The stark reality of human suffering has challenged the minds of philosophers and religious thinkers through the ages. It also engages the minds and hearts of pastoral ministers. The course looks at two important but different theologians. Thomas Aquinas draws from an Aristotelian and medieval world-view. Karl Rahner presents a theology fashioned from the modern world of self and history. Each theologian will be studied out of his historical context and in light of his sources.
The focus for both theologies is the presence of God in the world within and beyond creation: what Jesus calls the reign of God and Christians call grace. Other theological areas flow from this.
The cross is the central symbol of the Christian faith. BD Feminist Hermeneutics in Bible and Theology 3 credits A team-taught seminar that investigates biblical texts and doctrinal themes such as God, Christ, Trinity, creation, theological anthropology, sin and evil, Mary, church, and ministry from a feminist perspective. A seminar intended for doctoral and M.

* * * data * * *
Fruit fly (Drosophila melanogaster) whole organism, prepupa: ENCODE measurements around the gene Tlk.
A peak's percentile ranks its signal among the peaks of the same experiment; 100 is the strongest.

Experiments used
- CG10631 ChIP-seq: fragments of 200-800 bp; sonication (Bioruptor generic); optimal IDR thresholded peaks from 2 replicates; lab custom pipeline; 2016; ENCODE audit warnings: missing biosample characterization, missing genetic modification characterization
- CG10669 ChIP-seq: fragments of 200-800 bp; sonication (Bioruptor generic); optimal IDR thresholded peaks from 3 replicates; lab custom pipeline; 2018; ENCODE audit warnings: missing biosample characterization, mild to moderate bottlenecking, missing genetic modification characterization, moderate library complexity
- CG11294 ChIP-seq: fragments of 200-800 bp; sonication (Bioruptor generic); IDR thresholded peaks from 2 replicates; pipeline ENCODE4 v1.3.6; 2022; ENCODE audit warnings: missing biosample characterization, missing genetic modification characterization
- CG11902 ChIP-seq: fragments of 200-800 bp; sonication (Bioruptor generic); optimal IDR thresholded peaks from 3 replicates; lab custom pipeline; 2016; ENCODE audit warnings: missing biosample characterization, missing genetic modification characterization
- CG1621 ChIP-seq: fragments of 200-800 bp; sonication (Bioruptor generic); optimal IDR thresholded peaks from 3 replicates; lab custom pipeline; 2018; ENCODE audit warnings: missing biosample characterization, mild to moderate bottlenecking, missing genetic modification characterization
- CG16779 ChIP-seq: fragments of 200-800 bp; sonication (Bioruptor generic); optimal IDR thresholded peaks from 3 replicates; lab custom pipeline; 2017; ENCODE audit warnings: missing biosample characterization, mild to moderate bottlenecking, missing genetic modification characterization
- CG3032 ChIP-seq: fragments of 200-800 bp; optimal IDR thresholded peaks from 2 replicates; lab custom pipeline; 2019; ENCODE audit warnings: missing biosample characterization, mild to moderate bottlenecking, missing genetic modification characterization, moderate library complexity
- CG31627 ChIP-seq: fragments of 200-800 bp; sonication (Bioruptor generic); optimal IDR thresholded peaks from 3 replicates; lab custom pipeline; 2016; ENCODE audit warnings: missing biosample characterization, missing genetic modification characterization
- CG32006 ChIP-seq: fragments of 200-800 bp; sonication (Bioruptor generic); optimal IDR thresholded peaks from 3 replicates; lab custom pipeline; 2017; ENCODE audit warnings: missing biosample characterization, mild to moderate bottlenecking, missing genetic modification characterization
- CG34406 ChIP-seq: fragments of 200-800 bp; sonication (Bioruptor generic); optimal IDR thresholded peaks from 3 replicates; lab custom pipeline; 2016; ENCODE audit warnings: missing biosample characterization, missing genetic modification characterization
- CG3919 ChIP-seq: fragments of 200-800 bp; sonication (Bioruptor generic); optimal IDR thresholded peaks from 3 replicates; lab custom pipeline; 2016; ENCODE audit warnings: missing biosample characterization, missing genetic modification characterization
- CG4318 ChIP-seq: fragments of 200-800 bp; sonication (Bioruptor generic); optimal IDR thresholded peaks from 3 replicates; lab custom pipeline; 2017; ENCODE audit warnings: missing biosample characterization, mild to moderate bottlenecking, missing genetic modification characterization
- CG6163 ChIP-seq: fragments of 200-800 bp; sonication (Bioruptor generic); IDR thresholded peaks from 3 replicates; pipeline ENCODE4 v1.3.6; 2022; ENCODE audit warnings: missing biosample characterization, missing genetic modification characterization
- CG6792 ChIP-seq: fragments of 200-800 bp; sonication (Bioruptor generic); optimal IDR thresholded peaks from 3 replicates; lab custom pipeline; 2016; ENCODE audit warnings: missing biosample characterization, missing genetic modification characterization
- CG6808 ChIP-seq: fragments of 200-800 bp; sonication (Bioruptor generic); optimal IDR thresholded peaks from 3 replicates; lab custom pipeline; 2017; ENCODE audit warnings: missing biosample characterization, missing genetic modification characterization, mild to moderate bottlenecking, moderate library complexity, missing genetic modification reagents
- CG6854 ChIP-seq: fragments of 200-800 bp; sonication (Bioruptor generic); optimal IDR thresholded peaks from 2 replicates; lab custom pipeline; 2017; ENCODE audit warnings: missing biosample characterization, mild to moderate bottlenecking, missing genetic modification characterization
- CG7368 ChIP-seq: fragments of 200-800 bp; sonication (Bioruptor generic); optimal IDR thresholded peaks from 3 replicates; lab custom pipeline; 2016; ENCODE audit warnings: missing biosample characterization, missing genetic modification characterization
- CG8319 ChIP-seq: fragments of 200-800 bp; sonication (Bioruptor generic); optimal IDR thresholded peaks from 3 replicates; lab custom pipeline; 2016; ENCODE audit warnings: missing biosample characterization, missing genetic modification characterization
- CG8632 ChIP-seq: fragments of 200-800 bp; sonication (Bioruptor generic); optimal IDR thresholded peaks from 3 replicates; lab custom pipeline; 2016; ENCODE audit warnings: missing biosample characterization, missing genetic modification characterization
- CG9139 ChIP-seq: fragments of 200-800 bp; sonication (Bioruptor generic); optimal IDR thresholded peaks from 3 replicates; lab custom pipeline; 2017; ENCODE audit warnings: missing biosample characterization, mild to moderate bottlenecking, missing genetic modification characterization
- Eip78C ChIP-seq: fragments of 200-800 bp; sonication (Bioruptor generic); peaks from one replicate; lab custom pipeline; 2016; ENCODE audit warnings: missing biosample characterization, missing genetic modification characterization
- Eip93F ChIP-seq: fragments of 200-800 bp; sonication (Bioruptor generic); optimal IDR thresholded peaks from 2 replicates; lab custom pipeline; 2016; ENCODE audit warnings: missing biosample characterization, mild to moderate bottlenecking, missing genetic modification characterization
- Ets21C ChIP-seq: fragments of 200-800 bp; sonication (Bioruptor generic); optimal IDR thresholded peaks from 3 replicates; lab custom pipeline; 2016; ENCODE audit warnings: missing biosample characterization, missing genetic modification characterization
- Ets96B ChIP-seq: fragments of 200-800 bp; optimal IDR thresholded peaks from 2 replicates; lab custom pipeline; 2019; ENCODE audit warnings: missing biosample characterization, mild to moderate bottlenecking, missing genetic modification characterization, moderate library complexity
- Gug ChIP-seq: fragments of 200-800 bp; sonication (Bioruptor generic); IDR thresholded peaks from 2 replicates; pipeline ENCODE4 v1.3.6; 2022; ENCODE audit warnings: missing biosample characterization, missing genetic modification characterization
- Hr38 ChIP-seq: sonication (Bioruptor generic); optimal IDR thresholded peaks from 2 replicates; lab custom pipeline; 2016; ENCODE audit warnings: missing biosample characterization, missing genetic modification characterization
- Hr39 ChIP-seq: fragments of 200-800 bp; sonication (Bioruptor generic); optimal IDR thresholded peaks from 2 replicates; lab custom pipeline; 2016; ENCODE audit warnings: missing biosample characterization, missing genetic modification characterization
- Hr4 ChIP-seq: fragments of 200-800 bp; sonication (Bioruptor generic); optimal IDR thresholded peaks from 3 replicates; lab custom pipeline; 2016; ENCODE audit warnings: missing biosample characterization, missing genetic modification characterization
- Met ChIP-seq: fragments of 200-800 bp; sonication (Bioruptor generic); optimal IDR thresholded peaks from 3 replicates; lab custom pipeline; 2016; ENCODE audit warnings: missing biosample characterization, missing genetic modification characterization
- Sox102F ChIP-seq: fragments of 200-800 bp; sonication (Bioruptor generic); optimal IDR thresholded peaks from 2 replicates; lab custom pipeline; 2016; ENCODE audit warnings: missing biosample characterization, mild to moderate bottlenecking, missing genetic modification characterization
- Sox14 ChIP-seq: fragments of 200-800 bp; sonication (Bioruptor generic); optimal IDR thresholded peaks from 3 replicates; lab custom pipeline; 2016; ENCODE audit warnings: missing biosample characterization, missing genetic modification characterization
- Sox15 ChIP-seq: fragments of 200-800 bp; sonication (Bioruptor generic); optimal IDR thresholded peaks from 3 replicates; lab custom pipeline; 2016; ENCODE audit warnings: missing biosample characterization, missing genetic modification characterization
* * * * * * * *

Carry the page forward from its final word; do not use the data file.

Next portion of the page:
It serves also as a methods course for D. Much misunderstood, inculturation will be carefully explicated, theoretically and practically. Study methods by which Christianity and a culture may actually encounter each other. The outcome with the Spirit and local people is a new reality: the People of God Transformed.
Begins with a historical perspective and then looks at the theologies and forms of interreligious dialogue today.
The actual praxis of dialogue will be integral to the course. This course is an invitation for students to journey into a deeper understanding of God the Trinity whom Christians witness through their lives. It offers a critical and constructive theological reflection on the mystery of the Triune God—a plenitude of self-giving love—in ways that are relevant to the concrete realities of our present world.